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Saturday, December 23, 2017

Absurd Goals and Unexpected Growth: the year of experience



Despite my moaning and puling back in the spring about knee injuries that promised to rule out any ambitious cycling this year, I found my way to one of the strongest and most adventurous outdoor seasons of my life. The most notable part was training for and riding the nefarious Deerfield Dirt Road Randonee, an event I’d dreamt of for years, but thought ridiculously out of reach.
My months of prep offered rich lessons: the well-known, little-heeded value of small increases in duration and intensity; the crucial nature of first-rate nutrition; the power of focused planning and analysis; and, not least, the superpower granted by a lighter wheelset and wider tires.

I could write a heartfelt post about each of these.The greatest lesson, however, was a clich√© I’d carefully avoided most of my life: Sometimes, you have to pick something and give it your all.  I mean... it sounds so Tony Robbins.

Well, not so fast, you ironic pomo hipster, you. 

Over the 10 years I’ve been cycling seriously, I’ve many times toyed with the idea of taking on a giant goal, but have completed only a few of them. Often, this was due to overuse injury rearing its ugly head. Sometimes, the goal turned out to be not as valued as I’d thought. But many times, I was defeated by my own mind. I found one reason or another to back away or downgrade expectations.This year, all the pieces came together, and I determined I would give D2R2 my all.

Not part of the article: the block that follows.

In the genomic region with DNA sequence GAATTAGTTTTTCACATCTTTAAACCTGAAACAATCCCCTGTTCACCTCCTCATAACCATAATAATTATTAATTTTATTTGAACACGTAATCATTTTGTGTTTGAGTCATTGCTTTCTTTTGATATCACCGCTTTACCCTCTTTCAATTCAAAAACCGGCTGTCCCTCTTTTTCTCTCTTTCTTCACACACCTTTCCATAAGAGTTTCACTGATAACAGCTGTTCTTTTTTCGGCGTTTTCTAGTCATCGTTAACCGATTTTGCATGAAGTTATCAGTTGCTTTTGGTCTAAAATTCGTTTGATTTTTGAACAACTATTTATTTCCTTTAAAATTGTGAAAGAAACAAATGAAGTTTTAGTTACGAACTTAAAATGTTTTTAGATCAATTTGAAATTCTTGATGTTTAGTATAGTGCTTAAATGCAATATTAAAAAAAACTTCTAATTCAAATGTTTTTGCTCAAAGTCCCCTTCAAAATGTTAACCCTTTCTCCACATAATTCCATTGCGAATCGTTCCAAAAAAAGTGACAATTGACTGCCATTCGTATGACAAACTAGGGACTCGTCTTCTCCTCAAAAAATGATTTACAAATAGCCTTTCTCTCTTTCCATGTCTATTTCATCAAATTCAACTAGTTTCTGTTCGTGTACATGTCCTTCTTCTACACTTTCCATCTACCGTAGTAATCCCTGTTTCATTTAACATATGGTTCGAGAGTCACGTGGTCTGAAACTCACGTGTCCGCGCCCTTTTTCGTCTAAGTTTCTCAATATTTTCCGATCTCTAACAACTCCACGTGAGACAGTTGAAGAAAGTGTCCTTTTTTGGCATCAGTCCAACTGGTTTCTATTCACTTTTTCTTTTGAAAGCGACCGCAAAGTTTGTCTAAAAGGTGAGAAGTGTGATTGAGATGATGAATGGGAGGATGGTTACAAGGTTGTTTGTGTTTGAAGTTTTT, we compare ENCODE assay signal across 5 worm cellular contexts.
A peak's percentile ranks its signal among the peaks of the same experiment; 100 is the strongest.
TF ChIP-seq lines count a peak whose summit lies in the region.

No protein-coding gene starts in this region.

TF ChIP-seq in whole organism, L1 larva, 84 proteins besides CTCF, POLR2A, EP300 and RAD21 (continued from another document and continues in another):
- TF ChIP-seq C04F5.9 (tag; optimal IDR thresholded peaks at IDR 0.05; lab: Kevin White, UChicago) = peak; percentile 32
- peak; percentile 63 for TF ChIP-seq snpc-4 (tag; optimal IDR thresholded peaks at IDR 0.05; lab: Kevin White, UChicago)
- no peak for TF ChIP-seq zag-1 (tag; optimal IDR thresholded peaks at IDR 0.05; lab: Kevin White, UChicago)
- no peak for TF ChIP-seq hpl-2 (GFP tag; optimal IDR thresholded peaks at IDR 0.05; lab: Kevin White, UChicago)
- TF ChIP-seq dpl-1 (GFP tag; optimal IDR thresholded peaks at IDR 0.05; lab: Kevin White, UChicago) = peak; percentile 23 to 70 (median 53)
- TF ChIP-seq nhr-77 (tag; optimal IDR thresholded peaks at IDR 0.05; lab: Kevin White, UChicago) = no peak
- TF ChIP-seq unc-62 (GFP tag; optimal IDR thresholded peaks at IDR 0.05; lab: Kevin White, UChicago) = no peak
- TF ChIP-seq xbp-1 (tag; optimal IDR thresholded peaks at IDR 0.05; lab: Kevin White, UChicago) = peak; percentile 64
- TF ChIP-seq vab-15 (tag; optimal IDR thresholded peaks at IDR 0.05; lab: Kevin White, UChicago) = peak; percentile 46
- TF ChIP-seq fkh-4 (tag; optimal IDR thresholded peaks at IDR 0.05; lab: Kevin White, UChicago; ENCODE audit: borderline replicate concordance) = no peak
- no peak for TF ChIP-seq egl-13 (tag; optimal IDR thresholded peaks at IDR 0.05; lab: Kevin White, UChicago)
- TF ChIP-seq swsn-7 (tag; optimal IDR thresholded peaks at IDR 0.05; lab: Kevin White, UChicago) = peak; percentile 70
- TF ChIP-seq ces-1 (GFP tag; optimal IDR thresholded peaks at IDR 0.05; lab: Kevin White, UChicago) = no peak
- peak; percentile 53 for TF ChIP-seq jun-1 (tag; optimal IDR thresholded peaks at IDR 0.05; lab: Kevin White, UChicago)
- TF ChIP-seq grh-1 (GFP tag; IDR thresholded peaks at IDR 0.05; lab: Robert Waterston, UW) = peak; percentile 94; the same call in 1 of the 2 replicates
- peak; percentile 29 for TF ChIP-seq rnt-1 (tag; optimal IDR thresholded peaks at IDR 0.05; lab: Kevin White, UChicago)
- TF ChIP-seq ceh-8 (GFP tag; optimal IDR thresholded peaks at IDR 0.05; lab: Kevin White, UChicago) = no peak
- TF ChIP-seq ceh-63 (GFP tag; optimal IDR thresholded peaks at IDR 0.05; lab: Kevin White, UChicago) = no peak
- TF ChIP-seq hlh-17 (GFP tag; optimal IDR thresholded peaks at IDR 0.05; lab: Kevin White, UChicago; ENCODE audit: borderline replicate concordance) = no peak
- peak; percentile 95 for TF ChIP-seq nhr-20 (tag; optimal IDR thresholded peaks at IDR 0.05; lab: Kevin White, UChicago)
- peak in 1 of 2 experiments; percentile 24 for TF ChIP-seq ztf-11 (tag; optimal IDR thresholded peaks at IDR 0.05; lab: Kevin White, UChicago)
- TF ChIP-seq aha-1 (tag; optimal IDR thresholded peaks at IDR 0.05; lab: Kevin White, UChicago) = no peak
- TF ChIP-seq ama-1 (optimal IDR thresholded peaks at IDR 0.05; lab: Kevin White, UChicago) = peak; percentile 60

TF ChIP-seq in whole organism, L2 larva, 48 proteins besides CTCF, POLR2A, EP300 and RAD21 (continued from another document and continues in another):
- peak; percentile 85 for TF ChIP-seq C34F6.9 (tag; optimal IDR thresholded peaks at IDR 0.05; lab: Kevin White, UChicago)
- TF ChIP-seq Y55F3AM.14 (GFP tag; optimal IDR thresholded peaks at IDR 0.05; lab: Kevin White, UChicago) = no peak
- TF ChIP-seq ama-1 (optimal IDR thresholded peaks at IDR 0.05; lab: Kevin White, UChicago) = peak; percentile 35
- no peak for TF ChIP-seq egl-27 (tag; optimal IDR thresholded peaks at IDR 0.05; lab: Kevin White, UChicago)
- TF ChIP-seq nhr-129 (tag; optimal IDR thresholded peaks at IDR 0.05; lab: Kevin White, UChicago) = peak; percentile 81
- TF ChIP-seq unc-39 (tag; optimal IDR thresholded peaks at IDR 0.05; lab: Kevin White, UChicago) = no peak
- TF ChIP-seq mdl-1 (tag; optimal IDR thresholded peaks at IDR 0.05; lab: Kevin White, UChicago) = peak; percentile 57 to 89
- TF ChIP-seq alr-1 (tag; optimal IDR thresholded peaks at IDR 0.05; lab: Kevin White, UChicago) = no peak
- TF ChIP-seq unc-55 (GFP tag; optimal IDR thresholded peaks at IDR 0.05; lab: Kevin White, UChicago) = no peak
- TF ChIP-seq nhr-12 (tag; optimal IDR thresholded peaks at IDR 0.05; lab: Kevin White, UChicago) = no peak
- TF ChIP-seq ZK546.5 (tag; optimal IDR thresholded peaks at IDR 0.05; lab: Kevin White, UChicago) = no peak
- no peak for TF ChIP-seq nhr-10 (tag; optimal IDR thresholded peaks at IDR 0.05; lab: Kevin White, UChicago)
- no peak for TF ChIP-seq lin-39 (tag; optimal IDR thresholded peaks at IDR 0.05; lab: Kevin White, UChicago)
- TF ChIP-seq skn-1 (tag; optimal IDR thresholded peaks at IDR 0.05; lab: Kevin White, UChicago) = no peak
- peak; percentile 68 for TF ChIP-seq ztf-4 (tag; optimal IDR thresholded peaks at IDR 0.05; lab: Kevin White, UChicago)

It was a goal I had previously thought laughable. Given that knee pain usually cropped up within 30 to 40 miles of moderate road riding, what made me believe I could pedal up 65 miles of the longest, steepest, most washed-out gravel roads in the state? Wasn’t that the kind of overreach that had caused the overuse injuries in the first place? 

In the end, it was the absurdity of the idea that led me to the right approach. Because there was a good chance I wouldn't even finish, I was able to be flexible about how I framed my ambition.

I told Mrs. MSB (a hardened veteran of my ambitious dreams) that I was thinking of it as a psychological challenge. I wanted to prioritize curiosity: what would my mind and moods do over the course of the preparation for and execution? As the big day approached, would I be calm? Anxious? And, would I hate myself if I didn't finish, or might I be surprised by my response? Could I find ways to stay in the larger picture?

It was this reframe that made all the rest possible. Removing shame and fear as unconscious motivations allowed me to give my all, without fear of “failure,” or feeling like a “fool." After all, if the whole thing’s an experiment, over and done by mid-August, why not put all my chips down? 

So I did.

I managed to find some approaches to knee pain that even my exhaustive research over the years had overlooked. I dedicated absurd amounts of time to physical therapy (even for a PT obsessive like me). I put a chunk of money into a much lighter and more capable wheelset.